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Applied Disciplines: A Critical Thinking Model for Engineering

R. J. Niewoehner
United States Naval Academy, USA


Richard Paul's critical thinking model was adapted to the challenge of engineering education, and published in July 2006 as a guide to Engineering Reasoning. Paul's model is briefly described and exemplified by questions engineers ask in practice. This paper describes classroom exercises employing the model which are suitable for undergraduate and graduate engineering program.


The evaluation of our thinking as engineers requires a vocabulary of thinking and reasoning. The intellect requires a voice. Richard Paul and Linda Elder, from the Foundation for Critical Thinking, have proposed a critical thinking model documented in various sources ([1], [2] and [3]), including over a dozen Thinkers’ Guides that apply this model to diverse disciplines (e.g.- [4]). 

Engineers and scientists are quite comfortable working within the context of conceptual models. We employ thermodynamic models, electrical models, mathematical models, computer models or even physical models fashioned from wood or clay. Here we apply a model to the way in which we think, an architecture whose purpose is aiding the analysis and evaluation of thought, that we might improve our thought. A new thinkers'  guide, Engineering Reasoning [5], applies this model to the engineering enterprise. This paper introduces this Thinkers’ Guide as a tool for engineering educators and students, summarizing its content and suggesting several exercises for its use in support of engineering course and project work.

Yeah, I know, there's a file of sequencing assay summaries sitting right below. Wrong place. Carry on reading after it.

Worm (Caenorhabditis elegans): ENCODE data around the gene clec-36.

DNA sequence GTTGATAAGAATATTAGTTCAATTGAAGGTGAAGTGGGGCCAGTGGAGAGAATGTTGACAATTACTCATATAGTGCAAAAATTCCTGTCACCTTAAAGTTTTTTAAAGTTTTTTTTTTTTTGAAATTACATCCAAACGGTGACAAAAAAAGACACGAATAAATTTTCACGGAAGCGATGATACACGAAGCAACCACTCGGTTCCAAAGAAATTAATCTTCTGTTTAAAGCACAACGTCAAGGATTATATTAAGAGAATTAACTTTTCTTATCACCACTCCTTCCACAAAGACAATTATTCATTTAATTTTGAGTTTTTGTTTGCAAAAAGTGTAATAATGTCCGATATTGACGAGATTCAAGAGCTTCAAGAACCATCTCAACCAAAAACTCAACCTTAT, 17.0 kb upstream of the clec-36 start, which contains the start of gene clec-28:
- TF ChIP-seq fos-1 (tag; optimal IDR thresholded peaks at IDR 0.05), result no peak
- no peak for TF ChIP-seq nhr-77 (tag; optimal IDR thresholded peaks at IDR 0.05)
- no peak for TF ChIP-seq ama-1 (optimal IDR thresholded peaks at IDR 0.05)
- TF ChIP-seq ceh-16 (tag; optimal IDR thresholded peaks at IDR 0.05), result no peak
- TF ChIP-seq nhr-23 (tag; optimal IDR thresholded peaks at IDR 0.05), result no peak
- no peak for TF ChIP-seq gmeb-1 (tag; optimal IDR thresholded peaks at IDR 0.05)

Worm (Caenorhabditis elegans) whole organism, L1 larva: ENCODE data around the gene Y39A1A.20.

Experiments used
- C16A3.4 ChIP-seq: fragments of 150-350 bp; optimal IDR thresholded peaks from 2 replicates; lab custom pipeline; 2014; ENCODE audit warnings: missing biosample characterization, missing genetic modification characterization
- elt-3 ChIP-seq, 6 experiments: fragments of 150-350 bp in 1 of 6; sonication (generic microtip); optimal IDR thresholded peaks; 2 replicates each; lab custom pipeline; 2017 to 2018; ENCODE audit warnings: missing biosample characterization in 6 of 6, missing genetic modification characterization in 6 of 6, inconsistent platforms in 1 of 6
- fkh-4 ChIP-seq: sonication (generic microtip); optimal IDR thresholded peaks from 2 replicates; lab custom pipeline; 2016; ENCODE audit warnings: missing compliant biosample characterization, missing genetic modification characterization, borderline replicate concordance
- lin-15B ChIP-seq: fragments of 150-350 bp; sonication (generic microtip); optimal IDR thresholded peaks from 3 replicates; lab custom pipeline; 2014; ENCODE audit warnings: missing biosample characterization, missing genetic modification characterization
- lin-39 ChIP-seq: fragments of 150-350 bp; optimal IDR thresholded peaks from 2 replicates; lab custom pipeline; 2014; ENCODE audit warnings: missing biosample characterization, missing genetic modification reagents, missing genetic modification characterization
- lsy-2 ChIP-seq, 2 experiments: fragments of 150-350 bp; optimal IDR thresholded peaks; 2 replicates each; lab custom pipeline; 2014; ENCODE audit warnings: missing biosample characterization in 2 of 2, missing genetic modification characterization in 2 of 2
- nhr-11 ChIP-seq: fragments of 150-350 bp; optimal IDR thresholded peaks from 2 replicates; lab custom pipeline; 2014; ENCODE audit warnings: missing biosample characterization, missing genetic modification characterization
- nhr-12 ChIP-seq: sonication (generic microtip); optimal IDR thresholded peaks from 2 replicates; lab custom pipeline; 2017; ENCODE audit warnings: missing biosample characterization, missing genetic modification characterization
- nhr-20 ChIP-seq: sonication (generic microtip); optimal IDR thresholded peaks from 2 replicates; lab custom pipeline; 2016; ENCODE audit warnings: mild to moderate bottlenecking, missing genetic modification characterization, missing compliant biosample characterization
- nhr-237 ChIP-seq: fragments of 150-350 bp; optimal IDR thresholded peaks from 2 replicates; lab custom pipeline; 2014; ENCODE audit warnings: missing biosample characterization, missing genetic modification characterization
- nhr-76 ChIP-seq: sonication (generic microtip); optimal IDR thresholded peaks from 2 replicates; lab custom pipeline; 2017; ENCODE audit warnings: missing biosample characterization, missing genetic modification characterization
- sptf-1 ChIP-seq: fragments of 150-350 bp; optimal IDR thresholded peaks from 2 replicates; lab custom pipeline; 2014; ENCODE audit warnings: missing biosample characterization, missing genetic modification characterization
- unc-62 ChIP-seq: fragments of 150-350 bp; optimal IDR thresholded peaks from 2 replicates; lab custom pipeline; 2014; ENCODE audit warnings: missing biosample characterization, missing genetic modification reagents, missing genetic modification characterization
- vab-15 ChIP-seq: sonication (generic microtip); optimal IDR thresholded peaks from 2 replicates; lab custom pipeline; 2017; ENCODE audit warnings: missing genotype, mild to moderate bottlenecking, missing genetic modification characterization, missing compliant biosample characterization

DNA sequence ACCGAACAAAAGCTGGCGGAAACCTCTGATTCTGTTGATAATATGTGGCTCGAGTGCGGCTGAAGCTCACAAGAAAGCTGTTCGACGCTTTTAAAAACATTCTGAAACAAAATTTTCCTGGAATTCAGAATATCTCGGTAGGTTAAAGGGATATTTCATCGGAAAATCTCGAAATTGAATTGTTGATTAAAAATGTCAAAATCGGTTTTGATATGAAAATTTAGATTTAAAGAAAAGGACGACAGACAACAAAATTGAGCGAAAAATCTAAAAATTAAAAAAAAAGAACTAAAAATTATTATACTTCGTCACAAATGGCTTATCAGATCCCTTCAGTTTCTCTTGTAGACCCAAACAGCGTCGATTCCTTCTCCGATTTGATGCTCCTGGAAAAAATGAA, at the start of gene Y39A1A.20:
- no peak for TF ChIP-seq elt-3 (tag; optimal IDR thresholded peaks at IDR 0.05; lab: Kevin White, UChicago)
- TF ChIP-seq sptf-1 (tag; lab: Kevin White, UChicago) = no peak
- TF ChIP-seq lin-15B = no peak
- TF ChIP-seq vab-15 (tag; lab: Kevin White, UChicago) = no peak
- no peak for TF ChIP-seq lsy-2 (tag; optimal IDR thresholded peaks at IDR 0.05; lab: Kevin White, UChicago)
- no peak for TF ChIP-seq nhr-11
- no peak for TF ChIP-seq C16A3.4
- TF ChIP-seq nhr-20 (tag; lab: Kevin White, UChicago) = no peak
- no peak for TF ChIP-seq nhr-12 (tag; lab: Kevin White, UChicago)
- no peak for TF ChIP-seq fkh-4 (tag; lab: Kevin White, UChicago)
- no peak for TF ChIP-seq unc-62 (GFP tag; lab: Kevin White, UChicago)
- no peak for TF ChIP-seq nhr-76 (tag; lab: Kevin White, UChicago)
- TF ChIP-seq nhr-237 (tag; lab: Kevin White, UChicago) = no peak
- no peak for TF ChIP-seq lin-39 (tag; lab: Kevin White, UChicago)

The guide follows Paul's model, providing a framework for analyzing and evaluating engineering reports, designs, graphics, and entire disciplines. It articulates the questions that exemplify maturing engineering reasoning. Several examples are provided of both excellence and disaster in engineering reasoning. The model is also applied to areas which touch engineering such as creativity, craftsmanship, and ethics.

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